How hospitals are preventing device-related infections

More hospitals are using evidence-based or recommended practices to prevent device-related infections, according to a study published in BMJ Quality & Safety.

For the study, researchers polled a random sampling of infection preventionists from 528 acute care hospitals nationwide in 2017.

The survey asked respondents to share how they are preventing three types of device-related infections: catheter-associated urinary tract infections, central line-associated bloodstream infections and ventilator-associated pneumonia.

Here is a breakdown of what practices or technologies hospitals reported using to prevent each infection type:


  • Portable bladder ultrasound scanners — 73.2 percent of hospitals
  • Urinary catheter reminders or stop-orders — 75.3 percent
  • Silver alloy Foley catheters — 26.8 percent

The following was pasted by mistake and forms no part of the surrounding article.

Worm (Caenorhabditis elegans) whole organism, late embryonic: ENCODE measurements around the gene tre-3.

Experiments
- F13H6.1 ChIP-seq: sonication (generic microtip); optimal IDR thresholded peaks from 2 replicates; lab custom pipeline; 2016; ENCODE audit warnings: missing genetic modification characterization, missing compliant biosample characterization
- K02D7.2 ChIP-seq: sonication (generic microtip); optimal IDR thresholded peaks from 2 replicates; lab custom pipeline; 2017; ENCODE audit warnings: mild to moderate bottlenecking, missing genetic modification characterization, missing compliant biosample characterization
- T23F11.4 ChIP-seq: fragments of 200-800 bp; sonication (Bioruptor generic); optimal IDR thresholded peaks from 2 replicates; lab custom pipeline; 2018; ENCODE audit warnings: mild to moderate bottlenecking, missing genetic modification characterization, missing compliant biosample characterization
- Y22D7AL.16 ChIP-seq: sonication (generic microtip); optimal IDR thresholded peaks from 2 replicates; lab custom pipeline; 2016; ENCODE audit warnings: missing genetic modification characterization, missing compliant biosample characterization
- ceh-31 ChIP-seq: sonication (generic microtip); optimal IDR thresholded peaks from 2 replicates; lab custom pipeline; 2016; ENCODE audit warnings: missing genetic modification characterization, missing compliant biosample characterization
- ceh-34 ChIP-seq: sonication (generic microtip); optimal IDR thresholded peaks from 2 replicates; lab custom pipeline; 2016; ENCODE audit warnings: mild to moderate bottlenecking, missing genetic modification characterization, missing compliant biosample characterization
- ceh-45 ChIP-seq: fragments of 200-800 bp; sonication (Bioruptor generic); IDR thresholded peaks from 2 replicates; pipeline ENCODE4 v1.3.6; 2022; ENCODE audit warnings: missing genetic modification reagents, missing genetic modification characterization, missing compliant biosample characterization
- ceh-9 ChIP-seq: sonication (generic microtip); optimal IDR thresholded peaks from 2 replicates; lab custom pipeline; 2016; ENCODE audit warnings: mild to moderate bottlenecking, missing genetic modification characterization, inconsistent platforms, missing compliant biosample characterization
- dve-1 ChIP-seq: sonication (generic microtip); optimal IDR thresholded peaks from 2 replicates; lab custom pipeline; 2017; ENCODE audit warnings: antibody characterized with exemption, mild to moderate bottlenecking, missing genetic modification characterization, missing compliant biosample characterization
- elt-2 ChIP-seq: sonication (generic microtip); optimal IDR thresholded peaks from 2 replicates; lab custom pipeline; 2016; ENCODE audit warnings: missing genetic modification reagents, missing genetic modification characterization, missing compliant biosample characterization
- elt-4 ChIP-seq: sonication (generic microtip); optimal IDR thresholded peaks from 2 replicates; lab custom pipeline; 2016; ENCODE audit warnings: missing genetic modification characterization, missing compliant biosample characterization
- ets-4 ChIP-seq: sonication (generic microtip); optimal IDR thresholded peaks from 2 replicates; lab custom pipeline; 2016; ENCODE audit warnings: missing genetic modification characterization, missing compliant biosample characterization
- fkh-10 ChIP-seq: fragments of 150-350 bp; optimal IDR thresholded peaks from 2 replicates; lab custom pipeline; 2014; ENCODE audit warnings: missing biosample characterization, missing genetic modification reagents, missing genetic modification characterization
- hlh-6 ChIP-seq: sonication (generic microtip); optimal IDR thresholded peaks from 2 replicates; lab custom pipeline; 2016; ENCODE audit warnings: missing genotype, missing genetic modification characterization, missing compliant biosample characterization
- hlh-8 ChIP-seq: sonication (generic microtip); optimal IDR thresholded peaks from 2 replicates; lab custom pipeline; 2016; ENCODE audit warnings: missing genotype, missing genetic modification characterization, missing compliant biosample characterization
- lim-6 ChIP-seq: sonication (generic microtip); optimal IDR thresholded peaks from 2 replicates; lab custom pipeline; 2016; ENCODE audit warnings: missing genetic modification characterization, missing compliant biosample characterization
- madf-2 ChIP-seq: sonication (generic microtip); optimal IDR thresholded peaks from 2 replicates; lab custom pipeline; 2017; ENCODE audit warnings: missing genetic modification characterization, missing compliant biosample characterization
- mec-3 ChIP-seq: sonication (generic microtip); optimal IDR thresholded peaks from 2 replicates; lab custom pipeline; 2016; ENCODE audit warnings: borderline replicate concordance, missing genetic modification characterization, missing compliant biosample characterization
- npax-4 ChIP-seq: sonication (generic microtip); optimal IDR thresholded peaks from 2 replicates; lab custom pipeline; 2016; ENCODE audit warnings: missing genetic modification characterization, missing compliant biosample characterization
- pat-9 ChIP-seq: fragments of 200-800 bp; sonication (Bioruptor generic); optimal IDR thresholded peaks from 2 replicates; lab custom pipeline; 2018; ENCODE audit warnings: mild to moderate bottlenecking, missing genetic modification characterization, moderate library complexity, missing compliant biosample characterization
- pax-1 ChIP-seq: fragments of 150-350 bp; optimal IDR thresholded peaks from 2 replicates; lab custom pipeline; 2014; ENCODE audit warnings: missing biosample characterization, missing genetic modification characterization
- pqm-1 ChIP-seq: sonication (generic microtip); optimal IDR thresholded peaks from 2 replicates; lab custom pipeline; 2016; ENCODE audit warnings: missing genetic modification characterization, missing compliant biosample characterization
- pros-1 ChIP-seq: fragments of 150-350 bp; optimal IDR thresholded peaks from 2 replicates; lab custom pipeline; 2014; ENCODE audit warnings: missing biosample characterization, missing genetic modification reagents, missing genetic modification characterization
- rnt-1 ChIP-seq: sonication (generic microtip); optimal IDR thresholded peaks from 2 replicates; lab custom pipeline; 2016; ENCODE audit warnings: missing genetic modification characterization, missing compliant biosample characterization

• Aseptic technique during catheter insertion and maintenance — 90 percent
  • Established surveillance system for monitoring urinary tract infection rates facilitywide — 93.2 percent


  • Maximum sterile barrier precautions during central line insertion — nearly 100 percent
  • Chlorhexidine gluconate for insertion site antisepsis — nearly 100 percent
  • Antimicrobial-coated catheters — 40.7 percent
  • Antimicrobial dressing with chlorhexidine — 89.1 percent
  • Established surveillance system for monitoring CLABSI rates facilitywide — 92.8 percent


  • Semirecumbent positioning of the patient — 98.2 percent
  • Antimicrobial mouth rinse — 83.6 percent
  • Subglottic secretion drainage — 57.6 percent
  • Topical and/or systemic antibiotics for selective digestive tract decontamination — 24.4 percent
  • Established surveillance system for monitoring VAP rates facilitywide — 93.6 percent

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